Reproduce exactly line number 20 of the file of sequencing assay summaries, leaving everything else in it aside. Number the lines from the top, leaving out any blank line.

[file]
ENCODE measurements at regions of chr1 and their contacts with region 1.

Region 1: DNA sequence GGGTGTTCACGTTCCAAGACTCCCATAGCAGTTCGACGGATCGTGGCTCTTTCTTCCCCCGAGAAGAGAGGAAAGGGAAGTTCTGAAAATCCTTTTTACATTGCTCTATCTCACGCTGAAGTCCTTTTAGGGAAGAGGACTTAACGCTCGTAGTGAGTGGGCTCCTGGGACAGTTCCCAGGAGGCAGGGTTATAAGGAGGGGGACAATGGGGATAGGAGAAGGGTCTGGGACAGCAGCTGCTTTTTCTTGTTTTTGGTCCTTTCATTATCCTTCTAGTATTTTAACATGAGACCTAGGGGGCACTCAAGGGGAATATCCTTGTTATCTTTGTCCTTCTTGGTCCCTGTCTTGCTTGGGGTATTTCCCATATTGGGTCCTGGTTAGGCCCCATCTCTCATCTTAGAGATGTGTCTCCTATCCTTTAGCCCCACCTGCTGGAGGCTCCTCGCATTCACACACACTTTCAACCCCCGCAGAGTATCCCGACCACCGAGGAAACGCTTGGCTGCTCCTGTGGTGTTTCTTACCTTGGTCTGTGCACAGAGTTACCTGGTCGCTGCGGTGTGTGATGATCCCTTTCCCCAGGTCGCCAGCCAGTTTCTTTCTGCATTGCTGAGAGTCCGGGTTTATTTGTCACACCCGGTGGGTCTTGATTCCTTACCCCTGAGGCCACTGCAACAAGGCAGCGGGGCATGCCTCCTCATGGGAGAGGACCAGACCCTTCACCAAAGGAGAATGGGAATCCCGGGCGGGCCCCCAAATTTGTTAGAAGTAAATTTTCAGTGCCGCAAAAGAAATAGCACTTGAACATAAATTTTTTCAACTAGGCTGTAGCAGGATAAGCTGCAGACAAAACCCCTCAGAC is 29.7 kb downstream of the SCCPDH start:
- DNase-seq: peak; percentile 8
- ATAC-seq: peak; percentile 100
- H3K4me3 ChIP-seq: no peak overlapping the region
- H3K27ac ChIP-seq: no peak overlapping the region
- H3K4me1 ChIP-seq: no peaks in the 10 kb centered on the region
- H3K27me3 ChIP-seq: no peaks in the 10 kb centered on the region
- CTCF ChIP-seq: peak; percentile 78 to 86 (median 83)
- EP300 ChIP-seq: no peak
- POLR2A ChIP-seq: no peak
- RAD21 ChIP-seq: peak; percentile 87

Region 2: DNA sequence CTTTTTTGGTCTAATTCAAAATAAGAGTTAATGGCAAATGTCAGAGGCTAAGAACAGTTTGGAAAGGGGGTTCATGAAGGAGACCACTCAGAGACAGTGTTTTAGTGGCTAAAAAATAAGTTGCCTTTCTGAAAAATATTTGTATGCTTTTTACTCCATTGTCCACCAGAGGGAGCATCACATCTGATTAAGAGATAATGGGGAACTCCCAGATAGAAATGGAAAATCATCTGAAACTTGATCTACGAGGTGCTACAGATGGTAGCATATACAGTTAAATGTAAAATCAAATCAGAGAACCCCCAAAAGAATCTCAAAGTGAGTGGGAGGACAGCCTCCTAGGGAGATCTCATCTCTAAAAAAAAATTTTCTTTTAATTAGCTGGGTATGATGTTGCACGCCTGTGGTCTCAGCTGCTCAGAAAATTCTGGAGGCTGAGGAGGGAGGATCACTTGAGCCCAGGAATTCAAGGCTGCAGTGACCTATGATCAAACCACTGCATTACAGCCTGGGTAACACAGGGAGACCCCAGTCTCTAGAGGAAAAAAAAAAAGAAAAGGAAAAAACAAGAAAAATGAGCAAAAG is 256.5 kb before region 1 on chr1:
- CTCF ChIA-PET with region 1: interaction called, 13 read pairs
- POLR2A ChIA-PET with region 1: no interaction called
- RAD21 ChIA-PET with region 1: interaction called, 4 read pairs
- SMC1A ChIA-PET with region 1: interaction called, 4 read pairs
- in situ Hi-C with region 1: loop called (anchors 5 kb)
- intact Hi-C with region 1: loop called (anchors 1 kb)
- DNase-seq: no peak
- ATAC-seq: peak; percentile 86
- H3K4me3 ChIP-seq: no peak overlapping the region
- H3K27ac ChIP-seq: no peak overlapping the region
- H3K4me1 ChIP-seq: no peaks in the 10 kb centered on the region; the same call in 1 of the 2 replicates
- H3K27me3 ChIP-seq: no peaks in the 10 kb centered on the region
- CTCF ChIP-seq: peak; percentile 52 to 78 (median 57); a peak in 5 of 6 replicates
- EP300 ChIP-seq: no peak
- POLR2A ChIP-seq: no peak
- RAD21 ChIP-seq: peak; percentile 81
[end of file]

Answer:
- DNase-seq: no peak